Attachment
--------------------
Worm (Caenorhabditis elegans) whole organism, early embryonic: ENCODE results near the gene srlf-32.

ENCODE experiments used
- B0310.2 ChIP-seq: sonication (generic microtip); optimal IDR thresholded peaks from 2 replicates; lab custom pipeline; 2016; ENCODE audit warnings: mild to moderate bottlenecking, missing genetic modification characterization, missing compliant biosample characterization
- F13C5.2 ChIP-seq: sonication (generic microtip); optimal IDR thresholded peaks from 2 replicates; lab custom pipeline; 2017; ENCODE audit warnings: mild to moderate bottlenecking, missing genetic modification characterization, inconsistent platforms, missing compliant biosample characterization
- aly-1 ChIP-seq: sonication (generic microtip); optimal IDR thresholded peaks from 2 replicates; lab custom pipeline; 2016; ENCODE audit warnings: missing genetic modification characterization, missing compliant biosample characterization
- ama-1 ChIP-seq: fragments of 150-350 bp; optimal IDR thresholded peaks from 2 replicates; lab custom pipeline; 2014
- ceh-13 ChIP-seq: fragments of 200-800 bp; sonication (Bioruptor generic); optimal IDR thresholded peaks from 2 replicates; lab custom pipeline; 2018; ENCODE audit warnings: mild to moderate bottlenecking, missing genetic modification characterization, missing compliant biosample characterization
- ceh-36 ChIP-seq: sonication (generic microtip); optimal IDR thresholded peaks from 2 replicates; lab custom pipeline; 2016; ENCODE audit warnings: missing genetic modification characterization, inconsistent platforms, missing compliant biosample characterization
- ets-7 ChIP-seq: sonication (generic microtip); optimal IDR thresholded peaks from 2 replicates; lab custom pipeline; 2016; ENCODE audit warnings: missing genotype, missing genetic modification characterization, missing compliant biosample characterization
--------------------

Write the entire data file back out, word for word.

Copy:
Worm (Caenorhabditis elegans) whole organism, early embryonic: ENCODE results near the gene srlf-32.

ENCODE experiments used
- B0310.2 ChIP-seq: sonication (generic microtip); optimal IDR thresholded peaks from 2 replicates; lab custom pipeline; 2016; ENCODE audit warnings: mild to moderate bottlenecking, missing genetic modification characterization, missing compliant biosample characterization
- F13C5.2 ChIP-seq: sonication (generic microtip); optimal IDR thresholded peaks from 2 replicates; lab custom pipeline; 2017; ENCODE audit warnings: mild to moderate bottlenecking, missing genetic modification characterization, inconsistent platforms, missing compliant biosample characterization
- aly-1 ChIP-seq: sonication (generic microtip); optimal IDR thresholded peaks from 2 replicates; lab custom pipeline; 2016; ENCODE audit warnings: missing genetic modification characterization, missing compliant biosample characterization
- ama-1 ChIP-seq: fragments of 150-350 bp; optimal IDR thresholded peaks from 2 replicates; lab custom pipeline; 2014
- ceh-13 ChIP-seq: fragments of 200-800 bp; sonication (Bioruptor generic); optimal IDR thresholded peaks from 2 replicates; lab custom pipeline; 2018; ENCODE audit warnings: mild to moderate bottlenecking, missing genetic modification characterization, missing compliant biosample characterization
- ceh-36 ChIP-seq: sonication (generic microtip); optimal IDR thresholded peaks from 2 replicates; lab custom pipeline; 2016; ENCODE audit warnings: missing genetic modification characterization, inconsistent platforms, missing compliant biosample characterization
- ets-7 ChIP-seq: sonication (generic microtip); optimal IDR thresholded peaks from 2 replicates; lab custom pipeline; 2016; ENCODE audit warnings: missing genotype, missing genetic modification characterization, missing compliant biosample characterization